Hotel sector occupancy demand report

Flat staycation and rising costs, compounded by an economy in decline.

Welcome to Assured Hotels sector insights blog for the Autumn Winter 2022/23, and we kick off with an updated hotel sector occupancy demand report. We have plenty of other scope with the cost of living crisis and inflation. Additionally, a new PM and cabinet to follow, a certain recession deeper and longer than the last and of course, covid legacy issues yet to be addressed. 

We will as always view the glass as half full to identify opportunities, providing insight and live data towards informed decisions and meaningful solutions. So since we updated the report before the summer season, the UK hotel sector hasn’t enjoyed buoyant or expected occupancy levels. This is particularly when compared to covid-affected shorter seasons in 2020 and 2021. Data does suggest that most locations have bounced back towards 2019 levels, however, have we banked enough? The biggest challenge to margins is the risks posed by spiralling costs and the impact on revenues in the months ahead.

The latest trends show the UK continuing to fare well overall using  SiteMinder’s World Hotel Index tool:

  • UK comparison to a global trajectory and other economies, all largely back towards 2019 volumes however lacking the summer “peak”.
  • UK Cities and regions with an international draw buoyed by strong levels of pent-up demand from overseas travellers.
  • Uncertain levels of business activity, during the critical autumn, leading up to Christmas.

The next forecast period looks at risk, the economy in reverse will hit consumer and business spending whilst inflation will impact cost of sales, overheads and margins.

UK occupancy compared to the Rest of the World

Booking Momentum – very broad numbers show the UK roughly back to 2019 but disappointingly flat across the peak season

UK vs Global hotel demand August 2022

Observations from the summer season to Friday 26th August:

  • Governments change to advice in early 2022, UK’s daily pace overtook and stayed ahead of the Global demand.
  • Bounce in May from pent-up demand but softened since – the reverse of expected seasonal growth with no peak.
  • Better bounce than Germany, with a slightly larger population, similarly strong domestic business market but with less leisure. Now also performing better than France & US overall.
  • However, this is a very broad one-dimensional view. Further skewed by lots of hotels still closed or used for other purposes, with winners and losers regionally and locally.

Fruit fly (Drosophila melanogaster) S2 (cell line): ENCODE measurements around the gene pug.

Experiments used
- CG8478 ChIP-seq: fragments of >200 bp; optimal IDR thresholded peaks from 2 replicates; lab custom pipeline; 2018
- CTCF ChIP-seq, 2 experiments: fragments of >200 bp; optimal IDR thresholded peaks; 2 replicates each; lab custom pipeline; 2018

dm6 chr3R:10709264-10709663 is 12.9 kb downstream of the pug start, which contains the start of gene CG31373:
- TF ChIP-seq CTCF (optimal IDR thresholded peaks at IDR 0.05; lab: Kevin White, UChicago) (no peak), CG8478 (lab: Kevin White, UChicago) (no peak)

UK Hotel sector occupancy, regional disparity continues

Booking Momentum by City the table below compares daily bookings made as a % of 2019 volumes, comparing momentum across a section of different UK destinations.

UK City Occupancy demand

Observations: a mixed bag across different regions, Cities with international appeal perform better:

  • London and Edinburgh have performed well over the summer driven by pent-up demand from international travel. This will level out as summer ends, will the business traveller volumes return?
  • 34% of all UK hotels booked in June were overseas visitors, 31% in July (in 2020 11.7% & 8.5% respectively). International volumes between 5 & 8% up on 2019.
  • Regional cities are mostly still behind 2019, even Birmingham only 80% of 2019 during Commonwealth Games.
  • Leisure, particularly coastal destinations have struggled, particularly when compared to strong staycations in 2020/ 21. Brighton circa 70% and Bournemouth only 60% of 2019 during high season weeks. Last-minute staycation cancellations are likely a factor, with a good volume of Brits preferring to go abroad.
  • Demand now tailing off as the summer holidays draw to a close, will the business markets return in the numbers required?

Inflation pressures hitting revenues and margins

There is no denying that spiralling inflation is now the biggest threat but not just on cost increases. This will hit hotel spending from consumer and business markets, creating a double attack on margins. This is at a time when many businesses were still grappling with increased borrowing and deferred liabilities from 2020/21. Forecasts will therefore need to be accurate and growth actions more creative than ever.

Despite the gloom and doom, there is still plenty of opportunities to mitigate these risks. So in the coming months, we will be issuing insights and support solutions as the hotel and wider hospitality sector start to navigate this critical phase into a very difficult 2023.

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